For nearly half a century, social scientists have operated under the assumption that all basic human emotions are universally recognizable. Countless cross-cultural experiments—not to mention a few television shows—have both directly and implicitly referenced the notion that every person on earth expresses facial emotion in the same way. Regardless of cultural context, we can all interpret happiness, sadness, anger, fear, and disgust in the expressions of the people around us.

This belief has impacted countless studies and our general understanding of how emotions affect our daily lives, and it stemmed largely from the 1972 research of psychologist Paul Ekman. According to research published this month in the journal Emotion, however, it’s wrong.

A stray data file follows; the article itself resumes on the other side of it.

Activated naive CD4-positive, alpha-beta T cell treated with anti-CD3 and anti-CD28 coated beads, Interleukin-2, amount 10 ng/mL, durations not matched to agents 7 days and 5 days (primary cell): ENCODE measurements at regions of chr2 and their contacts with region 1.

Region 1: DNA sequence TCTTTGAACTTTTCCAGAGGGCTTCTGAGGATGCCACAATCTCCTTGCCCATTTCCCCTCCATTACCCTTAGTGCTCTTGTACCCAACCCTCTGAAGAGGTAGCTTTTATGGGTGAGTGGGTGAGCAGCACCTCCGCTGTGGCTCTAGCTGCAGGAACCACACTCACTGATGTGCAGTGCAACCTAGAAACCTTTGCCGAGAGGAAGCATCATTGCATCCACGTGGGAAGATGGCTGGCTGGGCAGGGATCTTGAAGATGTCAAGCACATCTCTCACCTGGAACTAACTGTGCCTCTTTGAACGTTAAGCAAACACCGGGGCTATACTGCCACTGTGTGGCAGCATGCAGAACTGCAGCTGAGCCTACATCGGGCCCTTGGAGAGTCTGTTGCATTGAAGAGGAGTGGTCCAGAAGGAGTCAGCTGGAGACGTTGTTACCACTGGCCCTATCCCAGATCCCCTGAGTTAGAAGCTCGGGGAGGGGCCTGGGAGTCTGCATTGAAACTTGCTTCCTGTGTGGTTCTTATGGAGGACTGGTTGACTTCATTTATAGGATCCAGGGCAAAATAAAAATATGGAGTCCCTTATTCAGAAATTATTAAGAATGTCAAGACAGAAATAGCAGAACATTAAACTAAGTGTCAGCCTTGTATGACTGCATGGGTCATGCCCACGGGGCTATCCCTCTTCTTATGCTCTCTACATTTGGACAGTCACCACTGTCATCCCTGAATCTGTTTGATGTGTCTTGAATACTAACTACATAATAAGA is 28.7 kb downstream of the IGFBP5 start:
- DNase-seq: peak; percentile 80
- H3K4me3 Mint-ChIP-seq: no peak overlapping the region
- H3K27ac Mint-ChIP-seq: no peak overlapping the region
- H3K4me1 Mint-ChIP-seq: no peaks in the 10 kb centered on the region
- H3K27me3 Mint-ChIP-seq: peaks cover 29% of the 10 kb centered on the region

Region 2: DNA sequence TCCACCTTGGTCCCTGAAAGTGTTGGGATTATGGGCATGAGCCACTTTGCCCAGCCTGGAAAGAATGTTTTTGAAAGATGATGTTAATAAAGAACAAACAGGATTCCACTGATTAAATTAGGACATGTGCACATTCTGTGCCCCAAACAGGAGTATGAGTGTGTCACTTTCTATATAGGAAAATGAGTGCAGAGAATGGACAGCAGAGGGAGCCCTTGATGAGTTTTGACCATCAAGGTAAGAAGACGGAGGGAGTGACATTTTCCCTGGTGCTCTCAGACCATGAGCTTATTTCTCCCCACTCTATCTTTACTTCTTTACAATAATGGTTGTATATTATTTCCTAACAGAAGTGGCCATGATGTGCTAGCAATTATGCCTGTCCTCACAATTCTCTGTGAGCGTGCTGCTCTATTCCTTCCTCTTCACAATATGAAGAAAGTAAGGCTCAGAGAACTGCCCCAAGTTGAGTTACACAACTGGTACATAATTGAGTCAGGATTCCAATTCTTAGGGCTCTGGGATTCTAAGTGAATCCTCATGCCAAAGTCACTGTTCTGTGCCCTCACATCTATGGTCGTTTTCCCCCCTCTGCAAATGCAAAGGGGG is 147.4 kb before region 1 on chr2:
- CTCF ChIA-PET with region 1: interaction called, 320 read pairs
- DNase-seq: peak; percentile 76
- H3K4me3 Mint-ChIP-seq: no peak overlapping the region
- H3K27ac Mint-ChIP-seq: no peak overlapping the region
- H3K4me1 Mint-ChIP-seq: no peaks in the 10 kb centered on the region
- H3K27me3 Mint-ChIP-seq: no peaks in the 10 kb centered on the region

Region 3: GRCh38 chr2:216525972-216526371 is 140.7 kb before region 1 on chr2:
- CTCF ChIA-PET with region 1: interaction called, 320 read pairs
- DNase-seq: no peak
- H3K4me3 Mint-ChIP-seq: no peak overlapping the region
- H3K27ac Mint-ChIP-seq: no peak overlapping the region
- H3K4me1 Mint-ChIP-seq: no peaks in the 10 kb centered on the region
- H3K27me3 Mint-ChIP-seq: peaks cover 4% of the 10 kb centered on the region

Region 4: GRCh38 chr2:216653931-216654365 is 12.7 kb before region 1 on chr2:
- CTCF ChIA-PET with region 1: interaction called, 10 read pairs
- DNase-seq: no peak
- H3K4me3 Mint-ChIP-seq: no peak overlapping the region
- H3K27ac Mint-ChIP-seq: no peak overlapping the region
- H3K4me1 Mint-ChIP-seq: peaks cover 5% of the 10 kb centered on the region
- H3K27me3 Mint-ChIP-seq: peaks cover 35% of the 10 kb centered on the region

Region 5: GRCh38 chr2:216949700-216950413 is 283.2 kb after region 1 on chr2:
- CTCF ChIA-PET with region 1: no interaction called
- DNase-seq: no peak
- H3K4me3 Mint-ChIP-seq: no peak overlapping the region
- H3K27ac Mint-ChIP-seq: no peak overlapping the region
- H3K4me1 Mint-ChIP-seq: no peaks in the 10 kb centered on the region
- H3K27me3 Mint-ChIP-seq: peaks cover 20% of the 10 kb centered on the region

Led by Northeastern University’s Dr. Lisa Feldman Barrett and her post-doctoral researcher Maria Gendron, the new study shows that facial emotional recognition isn’t universal at all, and that previous studies pointing to universal expressions used methods that were highly dependent on context. In reality, a person’s ability to correctly register the emotion on another’s face hinges entirely on how those emotions are presented.